Getting a notice that you're being audited by the IRS can strike fear in the hearts of the bravest of taxpayers. However, educating yourself and following a few simple rules can make the process less painful.
Kinds of Audits
Some audits are worse than others. You can expect either:
- A correspondence audit where everything is done by mail. The IRS asks for a straightforward answer on less complicated issues, such as proof of deductions, and you mail back your answer
- An office audit, held in a local IRS office. Here you'll be asked to produce receipts and other documents related to specific questions about your return, or
- A field audit, where the IRS agent comes to your home or place of business
Producing Financial Documentation
The IRS has the right to look at your financial records to see if you've reported your deductions, exemptions and credits accurately. But it's to your advantage to:
- Ask questions of the IRS agent ahead of time to make sure you understand exactly what the IRS is looking for
- Provide only the documentation you're being asked for and nothing more
- Organize the paperwork you give to the IRS so the audit agent doesn't have to go looking through stacks of unrelated documents where he may find something else that needs auditing
- If you're missing receipts or other documentation, try to reconstruct the information as best as you can, based on other documents, like canceled checks
Preparing for an Audit
There's a lot you can do ahead of time to get ready for an audit:
- Talk to a tax attorney or certified public accountant to understand what the IRS is looking for and why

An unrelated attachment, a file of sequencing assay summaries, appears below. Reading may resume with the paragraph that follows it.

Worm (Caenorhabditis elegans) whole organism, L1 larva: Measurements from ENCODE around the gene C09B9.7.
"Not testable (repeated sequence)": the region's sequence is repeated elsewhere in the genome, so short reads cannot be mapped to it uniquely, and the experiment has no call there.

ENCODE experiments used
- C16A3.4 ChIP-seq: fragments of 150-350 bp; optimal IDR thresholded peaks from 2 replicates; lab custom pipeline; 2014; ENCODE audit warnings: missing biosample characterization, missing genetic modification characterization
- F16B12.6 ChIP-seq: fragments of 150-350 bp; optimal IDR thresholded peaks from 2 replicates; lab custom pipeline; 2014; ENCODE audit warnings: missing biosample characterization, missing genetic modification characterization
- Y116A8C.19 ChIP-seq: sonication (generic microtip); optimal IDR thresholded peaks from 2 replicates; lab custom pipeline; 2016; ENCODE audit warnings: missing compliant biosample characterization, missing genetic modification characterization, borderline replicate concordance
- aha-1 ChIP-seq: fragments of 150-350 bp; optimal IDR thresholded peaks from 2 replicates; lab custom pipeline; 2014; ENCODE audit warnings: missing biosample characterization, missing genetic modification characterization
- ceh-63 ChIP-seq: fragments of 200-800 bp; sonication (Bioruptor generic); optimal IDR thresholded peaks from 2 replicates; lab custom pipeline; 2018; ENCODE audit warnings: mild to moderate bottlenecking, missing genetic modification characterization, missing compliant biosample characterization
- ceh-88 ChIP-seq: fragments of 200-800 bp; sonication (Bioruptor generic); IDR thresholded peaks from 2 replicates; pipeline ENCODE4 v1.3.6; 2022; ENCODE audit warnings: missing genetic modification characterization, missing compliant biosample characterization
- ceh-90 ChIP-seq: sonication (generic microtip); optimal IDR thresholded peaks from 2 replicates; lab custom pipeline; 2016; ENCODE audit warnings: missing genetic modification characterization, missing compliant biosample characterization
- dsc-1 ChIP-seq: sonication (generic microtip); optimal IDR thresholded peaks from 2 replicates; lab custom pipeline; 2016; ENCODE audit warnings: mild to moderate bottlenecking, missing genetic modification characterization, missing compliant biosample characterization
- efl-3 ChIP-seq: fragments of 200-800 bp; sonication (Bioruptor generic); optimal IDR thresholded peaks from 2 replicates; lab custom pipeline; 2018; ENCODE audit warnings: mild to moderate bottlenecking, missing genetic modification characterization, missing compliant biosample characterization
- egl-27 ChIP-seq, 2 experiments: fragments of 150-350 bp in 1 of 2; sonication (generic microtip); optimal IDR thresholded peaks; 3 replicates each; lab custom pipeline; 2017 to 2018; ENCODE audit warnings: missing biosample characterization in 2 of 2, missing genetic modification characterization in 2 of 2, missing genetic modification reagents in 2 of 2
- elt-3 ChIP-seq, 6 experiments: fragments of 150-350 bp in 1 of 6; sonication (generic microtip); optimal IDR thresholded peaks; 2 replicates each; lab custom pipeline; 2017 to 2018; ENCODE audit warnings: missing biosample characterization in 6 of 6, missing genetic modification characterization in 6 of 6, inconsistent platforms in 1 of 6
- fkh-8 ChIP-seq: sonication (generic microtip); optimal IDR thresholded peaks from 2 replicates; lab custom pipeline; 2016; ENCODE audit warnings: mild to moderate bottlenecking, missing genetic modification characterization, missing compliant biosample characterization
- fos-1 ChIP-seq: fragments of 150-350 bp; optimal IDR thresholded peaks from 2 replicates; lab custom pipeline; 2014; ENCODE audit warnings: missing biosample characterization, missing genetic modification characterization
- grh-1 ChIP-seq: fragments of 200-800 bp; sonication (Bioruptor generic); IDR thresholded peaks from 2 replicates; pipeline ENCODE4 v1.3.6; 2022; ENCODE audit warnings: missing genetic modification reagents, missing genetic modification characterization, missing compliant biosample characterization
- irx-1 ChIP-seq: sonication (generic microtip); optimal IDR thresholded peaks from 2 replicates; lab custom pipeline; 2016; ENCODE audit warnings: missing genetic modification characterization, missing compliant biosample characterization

- Thoroughly read IRS Publication 1, known as the Taxpayers' Bill of Rights. You should have gotten a copy along with the notice of audit from the IRS
- Research the problem on the IRS web site
- Discuss the situation with the professional tax preparer who helped you with the return(s) in question, and decide whether he should be at the audit with you
- Don't hesitate to ask for a postponement of the audit if you need more time to round up records
During the Audit
Many lawyers advise having a lawyer or certified tax professional represent you during the audit instead of going by yourself.
If you're going to the audit:
- Don't volunteer information of any type
- Answer questions as concisely as possible
- Don't lie
- If you sense things aren't going well, don't hesitate to stop the audit to consult with a tax attorney or accountant before continuing
- Ask to speak with the audit agent's supervisor if you think he isn't being fair
The IRS must complete an audit and give you an examination report within three years of the time you filed the return.
After the Audit
Most people owe something after an audit. If this happens, there are things you can do if you can't afford to pay the entire tax bill all at once or if you don't agree with the auditor's decision:
- Meet with the auditor and/or his supervisor to discuss the process and results and see if they're willing to bend a bit to avoid an appeal or reduce the amount you owe
- Ask about a monthly repayment plan that fits your budget
- Appeal the audit results to the IRS Appeals Office
- Take an appeal in Tax Court
Appealing your case within the IRS or the Tax Court will often net you some savings (although seldom a complete victory) and buys you time to figure out how you'll pay the ultimate tax bill. Unfortunately, interest continues to build on the amount owed while you're appealing. Also, be aware that an appeal within the IRS may uncover issues not spotted by the initial auditor. So, another audit is a real possibility.
Instructions for appealing an audit result should come with the examination report, but you can also find this information at your local IRS office.
Questions for Your Attorney
- I received a notice from the IRS, what should I do?
- I lost some of my receipts for items I claimed as deductions. Can I use bank statements to prove I purchased the items?
- What information do I have to give to the IRS field agent?
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